Donald Trump and Hillary Clinton are in a dead heat in the presidential race, polls indicated Monday. The online polling website FiveThirtyEight.com went even further, saying that if the elections were held Monday, ahead of the first presidential debate, Trump would be the next president of the United States,
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The forecast, which gives Trump a lead on Clinton, is based on FiveThirtyEight's 'Now-cast' polling model, a fast-changing tool that gathers all the latest data as it rolls in from regional polls and other statistical information. The group's regular forecast, however, gives Clinton a slight lead.
Two national polls released hours before the first presidential debate highlighted how tight the electoral race. A survey by Bloomberg forecast 43 percent support for Trump, and 41 for Clinton, while Quinnipiac University's poll of 1,115 voters put Clinton at 44 percent against Trump's 43. Both polls surveyed eligible voters' positons as of the end of last week.
On Monday, Bloomberg had the two polling in a virtual deadlock, with 46 percent each, and Real Clear Politics' poll-of-polls had Clinton leading Trump 45.9 percent to 43.8.
Monday's faceoff is expected to draw in a record television audience. According to recent polls, the debates will help up to half of U.S. voters to decide between the two.
Clinton had a four-percentage point advantage over Trump, according to the latest Reuters/Ipsos national tracking poll released on Friday.
The Sept. 16-22 opinion poll showed that 41 percent of likely voters supported Clinton, while 37 percent supported Trump. Clinton has mostly led Trump in the poll during the 2016 campaign, though her advantage has narrowed since the end of the Democratic and Republican national conventions in July.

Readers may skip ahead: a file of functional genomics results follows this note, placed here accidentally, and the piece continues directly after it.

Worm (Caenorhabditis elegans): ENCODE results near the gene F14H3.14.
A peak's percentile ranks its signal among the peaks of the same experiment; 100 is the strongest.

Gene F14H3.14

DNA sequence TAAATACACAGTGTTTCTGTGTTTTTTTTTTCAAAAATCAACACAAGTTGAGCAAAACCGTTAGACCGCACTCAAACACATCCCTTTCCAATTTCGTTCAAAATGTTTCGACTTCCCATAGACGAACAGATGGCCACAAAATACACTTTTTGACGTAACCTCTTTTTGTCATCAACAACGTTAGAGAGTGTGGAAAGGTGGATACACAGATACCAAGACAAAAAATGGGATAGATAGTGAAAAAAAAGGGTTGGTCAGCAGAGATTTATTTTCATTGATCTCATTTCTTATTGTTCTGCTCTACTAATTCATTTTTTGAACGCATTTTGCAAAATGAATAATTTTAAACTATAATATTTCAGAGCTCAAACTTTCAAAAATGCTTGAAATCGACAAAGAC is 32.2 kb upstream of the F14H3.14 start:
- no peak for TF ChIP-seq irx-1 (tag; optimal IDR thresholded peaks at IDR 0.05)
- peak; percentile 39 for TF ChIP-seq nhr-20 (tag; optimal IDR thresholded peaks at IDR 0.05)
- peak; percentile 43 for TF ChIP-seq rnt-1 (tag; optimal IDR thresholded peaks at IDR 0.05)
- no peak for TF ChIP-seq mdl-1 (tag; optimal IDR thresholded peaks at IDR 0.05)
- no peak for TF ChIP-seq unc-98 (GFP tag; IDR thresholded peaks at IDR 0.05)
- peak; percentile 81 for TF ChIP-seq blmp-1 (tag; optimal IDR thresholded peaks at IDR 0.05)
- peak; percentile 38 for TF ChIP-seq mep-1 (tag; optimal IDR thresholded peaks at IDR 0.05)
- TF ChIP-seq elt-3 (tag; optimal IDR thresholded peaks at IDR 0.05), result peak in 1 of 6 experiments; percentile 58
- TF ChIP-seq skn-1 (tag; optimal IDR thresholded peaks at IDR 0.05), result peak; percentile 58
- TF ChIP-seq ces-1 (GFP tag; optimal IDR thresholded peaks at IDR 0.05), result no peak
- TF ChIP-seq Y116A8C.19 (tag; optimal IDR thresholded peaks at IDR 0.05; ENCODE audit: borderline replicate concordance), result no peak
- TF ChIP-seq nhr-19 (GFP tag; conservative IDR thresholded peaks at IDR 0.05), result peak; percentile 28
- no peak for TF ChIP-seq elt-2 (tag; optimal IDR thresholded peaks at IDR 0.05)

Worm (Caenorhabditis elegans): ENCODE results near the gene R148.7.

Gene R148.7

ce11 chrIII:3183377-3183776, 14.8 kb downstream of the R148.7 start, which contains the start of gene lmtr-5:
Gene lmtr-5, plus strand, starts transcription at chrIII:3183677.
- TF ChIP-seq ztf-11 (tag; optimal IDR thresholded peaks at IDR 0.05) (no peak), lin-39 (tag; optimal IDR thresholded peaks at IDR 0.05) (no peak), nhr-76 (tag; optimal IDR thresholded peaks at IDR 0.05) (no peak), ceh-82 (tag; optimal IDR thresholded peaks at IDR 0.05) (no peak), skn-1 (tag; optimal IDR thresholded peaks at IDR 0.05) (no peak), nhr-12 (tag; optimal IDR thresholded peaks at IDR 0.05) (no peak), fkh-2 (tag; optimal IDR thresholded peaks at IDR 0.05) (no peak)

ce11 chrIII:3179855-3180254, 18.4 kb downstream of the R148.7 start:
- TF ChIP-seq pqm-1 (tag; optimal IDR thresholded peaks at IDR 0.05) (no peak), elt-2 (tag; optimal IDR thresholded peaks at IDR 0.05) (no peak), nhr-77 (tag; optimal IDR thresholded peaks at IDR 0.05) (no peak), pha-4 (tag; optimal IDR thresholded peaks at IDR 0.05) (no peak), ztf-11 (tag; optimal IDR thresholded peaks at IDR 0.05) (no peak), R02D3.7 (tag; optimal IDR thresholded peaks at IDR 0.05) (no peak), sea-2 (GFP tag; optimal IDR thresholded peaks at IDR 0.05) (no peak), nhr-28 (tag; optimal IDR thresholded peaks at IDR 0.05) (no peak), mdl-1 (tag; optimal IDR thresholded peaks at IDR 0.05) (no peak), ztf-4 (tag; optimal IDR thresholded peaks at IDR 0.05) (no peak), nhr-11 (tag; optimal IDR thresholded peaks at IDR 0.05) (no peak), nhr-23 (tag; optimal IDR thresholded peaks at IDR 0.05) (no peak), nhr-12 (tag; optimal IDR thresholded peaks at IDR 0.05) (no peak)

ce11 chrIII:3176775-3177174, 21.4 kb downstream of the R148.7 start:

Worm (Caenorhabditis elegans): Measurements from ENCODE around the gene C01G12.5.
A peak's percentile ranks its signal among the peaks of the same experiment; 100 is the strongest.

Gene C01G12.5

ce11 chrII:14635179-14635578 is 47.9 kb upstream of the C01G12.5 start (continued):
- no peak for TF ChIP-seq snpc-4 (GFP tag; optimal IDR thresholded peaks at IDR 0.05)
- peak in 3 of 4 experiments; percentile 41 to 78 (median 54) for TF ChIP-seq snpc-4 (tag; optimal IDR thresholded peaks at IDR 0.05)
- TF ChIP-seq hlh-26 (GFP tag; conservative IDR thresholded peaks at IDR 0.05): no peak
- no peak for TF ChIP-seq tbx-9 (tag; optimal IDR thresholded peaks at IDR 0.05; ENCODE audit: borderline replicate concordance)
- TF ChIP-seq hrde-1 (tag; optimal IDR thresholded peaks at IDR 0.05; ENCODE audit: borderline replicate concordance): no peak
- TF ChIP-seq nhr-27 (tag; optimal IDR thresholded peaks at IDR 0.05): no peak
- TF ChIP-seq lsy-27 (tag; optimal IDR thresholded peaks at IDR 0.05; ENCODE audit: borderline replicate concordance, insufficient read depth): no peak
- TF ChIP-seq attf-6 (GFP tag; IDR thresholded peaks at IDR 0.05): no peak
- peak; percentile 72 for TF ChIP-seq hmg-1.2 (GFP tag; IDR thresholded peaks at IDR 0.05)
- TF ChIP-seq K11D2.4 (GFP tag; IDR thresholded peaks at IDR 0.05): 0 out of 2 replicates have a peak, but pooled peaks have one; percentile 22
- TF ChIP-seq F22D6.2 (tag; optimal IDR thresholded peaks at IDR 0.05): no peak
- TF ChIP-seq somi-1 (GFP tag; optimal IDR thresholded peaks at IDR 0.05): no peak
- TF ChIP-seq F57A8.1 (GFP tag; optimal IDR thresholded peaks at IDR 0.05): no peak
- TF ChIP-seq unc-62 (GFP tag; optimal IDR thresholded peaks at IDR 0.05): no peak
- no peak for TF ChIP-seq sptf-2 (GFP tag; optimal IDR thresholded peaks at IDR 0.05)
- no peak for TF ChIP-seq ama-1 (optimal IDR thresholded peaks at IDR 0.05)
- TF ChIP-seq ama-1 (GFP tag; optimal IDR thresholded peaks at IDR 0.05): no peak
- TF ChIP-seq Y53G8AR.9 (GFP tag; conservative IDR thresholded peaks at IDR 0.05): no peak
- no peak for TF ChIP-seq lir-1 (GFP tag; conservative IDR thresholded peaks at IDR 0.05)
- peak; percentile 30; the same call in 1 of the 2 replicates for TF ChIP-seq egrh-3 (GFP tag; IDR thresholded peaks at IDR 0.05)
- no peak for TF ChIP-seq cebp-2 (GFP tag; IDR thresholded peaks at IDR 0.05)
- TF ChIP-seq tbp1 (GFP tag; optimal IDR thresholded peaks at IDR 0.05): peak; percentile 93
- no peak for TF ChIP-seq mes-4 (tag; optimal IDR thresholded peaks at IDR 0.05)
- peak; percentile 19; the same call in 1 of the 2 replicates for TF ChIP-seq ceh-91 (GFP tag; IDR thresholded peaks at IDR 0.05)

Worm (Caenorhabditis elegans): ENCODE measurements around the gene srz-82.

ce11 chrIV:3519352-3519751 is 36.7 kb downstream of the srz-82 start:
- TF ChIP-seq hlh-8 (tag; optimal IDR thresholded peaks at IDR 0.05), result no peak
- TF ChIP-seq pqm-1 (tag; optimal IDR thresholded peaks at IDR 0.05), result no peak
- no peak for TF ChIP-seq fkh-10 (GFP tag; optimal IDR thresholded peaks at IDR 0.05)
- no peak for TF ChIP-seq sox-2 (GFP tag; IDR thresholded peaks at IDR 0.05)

With just six weeks before the Nov. 8 election, Monday's debate at Hofstra University in Hempstead, New York will be the first of three between the White House rivals. It presents a major opportunity for them to appeal to voters who have yet to commit to a candidate after a mostly negative race in which Clinton and Trump have sought to brand each other as untrustworthy and dangerous for the country.
The live, televised matchup is expected to draw a Super Bowl-sized television audience of 100 million Americans, according to some commentators.
Half of America's likely voters will rely on the presidential debates to help them make their choice between, a Reuters/Ipsos poll released on Monday said.
Some 50 percent of likely voters think the debates will help inform their decision over whom to support, including 10 percent who say they are not currently leaning either way, according to the opinion poll.
Some 39 percent said the debates will not help, and 11 percent said they did not know how the debates would affect them.
In a strong signal that most viewers will also be hoping the debates bring clarity, some 72 percent of respondents said they want to see moderators point out when a candidate says something that is untrue. That included 73 percent of people who identified themselves as Trump supporters and 82 percent of those who said they back Clinton, according to the results.